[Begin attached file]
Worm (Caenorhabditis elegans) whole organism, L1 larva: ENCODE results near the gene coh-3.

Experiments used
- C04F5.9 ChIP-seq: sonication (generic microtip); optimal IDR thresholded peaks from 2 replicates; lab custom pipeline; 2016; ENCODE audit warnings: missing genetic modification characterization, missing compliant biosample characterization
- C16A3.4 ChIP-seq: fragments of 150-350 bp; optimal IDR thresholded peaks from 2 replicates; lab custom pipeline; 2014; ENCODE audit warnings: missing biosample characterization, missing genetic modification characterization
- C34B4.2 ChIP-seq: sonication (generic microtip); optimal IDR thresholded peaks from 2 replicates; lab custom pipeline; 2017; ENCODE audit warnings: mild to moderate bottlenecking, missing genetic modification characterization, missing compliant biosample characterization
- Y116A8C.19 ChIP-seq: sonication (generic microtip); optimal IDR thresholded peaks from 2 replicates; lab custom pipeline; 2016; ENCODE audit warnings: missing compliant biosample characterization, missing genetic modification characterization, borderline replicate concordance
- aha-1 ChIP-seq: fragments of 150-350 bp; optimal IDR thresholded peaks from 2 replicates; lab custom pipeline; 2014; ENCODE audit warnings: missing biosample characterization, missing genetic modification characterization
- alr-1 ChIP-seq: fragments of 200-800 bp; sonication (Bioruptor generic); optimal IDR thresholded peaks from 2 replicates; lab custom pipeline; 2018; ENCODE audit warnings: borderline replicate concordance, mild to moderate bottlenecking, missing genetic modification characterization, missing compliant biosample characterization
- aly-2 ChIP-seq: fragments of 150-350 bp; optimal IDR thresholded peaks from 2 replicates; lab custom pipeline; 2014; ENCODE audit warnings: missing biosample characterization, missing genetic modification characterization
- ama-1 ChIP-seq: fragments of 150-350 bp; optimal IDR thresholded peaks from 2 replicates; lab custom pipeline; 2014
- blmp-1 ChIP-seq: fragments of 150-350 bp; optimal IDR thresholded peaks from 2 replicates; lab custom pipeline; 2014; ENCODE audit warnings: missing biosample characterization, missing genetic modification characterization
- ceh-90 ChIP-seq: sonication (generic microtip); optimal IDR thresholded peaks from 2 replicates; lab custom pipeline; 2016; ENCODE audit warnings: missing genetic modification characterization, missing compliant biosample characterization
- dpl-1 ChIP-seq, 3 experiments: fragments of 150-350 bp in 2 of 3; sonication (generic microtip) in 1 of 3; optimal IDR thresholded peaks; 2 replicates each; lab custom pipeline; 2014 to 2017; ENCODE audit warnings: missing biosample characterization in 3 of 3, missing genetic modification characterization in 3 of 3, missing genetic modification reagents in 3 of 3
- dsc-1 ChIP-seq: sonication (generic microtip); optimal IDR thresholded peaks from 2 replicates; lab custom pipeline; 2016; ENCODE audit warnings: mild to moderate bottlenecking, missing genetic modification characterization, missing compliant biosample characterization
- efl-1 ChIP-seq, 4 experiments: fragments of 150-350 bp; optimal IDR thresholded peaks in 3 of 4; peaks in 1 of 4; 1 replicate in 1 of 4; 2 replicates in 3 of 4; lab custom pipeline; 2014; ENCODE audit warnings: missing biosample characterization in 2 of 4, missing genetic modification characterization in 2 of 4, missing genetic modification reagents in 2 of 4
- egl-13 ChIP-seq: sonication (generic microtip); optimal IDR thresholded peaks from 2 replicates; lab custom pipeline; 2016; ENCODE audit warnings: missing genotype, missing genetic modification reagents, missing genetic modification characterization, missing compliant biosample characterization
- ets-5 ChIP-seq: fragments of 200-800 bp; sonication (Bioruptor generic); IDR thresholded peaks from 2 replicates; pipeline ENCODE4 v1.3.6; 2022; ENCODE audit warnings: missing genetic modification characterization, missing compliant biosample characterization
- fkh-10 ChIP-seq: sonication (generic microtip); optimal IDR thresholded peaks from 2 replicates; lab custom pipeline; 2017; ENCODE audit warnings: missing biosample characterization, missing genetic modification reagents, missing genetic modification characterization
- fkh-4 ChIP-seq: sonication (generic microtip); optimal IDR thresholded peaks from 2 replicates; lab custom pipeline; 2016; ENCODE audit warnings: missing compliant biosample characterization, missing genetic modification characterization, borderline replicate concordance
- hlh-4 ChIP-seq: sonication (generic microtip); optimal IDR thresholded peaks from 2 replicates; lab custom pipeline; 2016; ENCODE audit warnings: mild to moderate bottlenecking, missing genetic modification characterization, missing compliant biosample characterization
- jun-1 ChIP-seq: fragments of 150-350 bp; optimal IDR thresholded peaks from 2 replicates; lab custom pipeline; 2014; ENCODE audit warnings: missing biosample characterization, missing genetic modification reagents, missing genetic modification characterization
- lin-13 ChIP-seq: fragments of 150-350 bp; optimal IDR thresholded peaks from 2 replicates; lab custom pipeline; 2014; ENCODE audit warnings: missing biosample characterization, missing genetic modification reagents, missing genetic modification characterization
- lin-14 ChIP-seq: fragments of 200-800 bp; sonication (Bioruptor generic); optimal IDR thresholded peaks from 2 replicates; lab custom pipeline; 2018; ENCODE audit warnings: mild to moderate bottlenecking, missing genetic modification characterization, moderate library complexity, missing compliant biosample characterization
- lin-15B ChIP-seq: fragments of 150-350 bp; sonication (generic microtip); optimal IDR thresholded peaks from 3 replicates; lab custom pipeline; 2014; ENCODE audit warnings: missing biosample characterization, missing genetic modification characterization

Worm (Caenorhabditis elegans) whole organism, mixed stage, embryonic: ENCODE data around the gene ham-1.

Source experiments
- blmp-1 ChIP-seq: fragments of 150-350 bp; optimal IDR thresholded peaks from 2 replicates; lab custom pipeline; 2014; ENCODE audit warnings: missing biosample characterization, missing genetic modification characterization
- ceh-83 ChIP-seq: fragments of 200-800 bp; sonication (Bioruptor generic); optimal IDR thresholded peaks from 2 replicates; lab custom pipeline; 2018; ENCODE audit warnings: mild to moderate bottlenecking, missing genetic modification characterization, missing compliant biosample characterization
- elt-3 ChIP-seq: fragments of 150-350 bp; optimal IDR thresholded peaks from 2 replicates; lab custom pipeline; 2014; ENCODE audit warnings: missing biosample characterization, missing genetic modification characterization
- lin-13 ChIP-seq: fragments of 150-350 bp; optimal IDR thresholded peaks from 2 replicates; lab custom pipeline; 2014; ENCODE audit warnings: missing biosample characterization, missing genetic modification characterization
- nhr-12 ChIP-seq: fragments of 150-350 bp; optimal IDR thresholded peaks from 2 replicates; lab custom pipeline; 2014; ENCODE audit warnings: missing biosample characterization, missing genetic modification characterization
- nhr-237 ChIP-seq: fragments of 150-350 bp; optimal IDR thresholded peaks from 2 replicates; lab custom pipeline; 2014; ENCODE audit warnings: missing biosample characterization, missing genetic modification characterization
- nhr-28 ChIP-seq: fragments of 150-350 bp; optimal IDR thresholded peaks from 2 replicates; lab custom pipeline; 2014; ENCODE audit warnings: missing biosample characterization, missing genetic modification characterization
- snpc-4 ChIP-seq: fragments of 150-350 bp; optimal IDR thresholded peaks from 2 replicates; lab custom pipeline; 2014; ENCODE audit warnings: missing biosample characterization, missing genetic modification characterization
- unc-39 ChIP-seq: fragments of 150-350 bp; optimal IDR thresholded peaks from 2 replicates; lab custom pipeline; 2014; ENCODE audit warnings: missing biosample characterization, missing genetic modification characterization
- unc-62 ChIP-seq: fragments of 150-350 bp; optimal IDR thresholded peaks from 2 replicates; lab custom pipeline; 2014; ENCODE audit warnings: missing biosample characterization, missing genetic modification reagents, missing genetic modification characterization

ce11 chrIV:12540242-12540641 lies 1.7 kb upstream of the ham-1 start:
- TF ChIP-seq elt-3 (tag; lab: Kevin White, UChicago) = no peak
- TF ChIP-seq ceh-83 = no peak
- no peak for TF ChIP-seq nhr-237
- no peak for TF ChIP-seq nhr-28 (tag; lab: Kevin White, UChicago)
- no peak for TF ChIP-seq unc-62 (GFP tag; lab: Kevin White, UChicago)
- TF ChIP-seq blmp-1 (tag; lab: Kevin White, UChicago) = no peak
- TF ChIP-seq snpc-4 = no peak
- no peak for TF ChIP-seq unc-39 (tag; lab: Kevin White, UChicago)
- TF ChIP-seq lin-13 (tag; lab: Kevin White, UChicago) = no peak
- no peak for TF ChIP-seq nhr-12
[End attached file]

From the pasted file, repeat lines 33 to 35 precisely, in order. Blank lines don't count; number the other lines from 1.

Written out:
- nhr-28 ChIP-seq: fragments of 150-350 bp; optimal IDR thresholded peaks from 2 replicates; lab custom pipeline; 2014; ENCODE audit warnings: missing biosample characterization, missing genetic modification characterization
- snpc-4 ChIP-seq: fragments of 150-350 bp; optimal IDR thresholded peaks from 2 replicates; lab custom pipeline; 2014; ENCODE audit warnings: missing biosample characterization, missing genetic modification characterization
- unc-39 ChIP-seq: fragments of 150-350 bp; optimal IDR thresholded peaks from 2 replicates; lab custom pipeline; 2014; ENCODE audit warnings: missing biosample characterization, missing genetic modification characterization